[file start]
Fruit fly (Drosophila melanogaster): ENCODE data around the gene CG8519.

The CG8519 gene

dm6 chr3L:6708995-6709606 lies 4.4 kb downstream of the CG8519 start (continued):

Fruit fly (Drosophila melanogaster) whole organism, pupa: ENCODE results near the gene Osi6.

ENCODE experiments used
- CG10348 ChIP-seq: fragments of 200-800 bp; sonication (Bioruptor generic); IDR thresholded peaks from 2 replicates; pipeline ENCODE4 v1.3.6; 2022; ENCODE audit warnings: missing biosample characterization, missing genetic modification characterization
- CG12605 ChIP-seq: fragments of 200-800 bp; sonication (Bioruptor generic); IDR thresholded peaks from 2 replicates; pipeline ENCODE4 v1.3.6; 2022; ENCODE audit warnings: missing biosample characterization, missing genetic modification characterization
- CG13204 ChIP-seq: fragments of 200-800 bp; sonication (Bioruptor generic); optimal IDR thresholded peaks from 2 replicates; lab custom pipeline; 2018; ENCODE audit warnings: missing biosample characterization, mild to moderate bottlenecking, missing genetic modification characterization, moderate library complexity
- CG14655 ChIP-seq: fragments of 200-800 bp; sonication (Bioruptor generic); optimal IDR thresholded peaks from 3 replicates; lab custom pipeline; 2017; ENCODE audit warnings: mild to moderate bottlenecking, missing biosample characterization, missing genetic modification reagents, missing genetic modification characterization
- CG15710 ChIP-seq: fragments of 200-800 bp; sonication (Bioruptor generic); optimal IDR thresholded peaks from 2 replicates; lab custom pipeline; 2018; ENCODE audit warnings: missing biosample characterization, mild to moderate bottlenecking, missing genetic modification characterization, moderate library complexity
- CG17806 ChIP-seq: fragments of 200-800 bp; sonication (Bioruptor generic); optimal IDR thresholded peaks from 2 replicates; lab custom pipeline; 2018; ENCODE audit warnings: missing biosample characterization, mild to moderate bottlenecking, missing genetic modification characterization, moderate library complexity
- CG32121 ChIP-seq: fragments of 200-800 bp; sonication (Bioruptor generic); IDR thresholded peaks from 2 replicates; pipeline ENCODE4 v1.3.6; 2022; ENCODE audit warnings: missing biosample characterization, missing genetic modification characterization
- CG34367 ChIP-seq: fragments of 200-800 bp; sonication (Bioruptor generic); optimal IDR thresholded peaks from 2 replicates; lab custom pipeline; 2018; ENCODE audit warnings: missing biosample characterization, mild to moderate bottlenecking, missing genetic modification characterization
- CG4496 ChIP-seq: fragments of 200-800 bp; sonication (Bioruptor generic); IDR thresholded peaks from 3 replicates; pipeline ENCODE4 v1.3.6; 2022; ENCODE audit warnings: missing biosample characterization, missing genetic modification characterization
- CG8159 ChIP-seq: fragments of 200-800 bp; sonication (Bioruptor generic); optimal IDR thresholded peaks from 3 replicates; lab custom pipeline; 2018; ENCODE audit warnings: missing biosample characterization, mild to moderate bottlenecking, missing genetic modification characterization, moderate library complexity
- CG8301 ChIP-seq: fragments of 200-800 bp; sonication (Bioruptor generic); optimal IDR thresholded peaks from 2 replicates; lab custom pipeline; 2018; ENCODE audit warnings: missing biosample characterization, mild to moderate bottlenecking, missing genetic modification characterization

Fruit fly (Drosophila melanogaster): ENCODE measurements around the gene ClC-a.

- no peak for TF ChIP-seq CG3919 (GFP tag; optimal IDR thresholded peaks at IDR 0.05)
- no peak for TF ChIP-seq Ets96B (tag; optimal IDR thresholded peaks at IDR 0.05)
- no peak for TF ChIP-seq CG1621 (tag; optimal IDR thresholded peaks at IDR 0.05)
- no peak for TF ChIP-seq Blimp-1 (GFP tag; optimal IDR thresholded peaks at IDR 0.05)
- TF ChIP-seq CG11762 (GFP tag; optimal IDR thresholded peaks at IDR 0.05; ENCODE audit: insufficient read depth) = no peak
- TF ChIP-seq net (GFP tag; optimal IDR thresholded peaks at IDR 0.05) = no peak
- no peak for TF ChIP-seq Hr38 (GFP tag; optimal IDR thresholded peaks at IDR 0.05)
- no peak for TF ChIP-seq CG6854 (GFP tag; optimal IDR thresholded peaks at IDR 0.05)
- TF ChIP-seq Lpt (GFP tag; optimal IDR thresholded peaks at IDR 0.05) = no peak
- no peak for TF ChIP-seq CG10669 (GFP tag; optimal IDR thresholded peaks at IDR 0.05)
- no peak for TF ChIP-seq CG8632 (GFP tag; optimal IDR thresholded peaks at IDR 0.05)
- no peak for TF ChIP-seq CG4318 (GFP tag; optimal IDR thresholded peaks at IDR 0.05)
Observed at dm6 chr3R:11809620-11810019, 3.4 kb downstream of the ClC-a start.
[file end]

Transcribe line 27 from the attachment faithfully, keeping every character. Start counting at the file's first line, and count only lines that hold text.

- no peak for TF ChIP-seq CG10669 (GFP tag; optimal IDR thresholded peaks at IDR 0.05)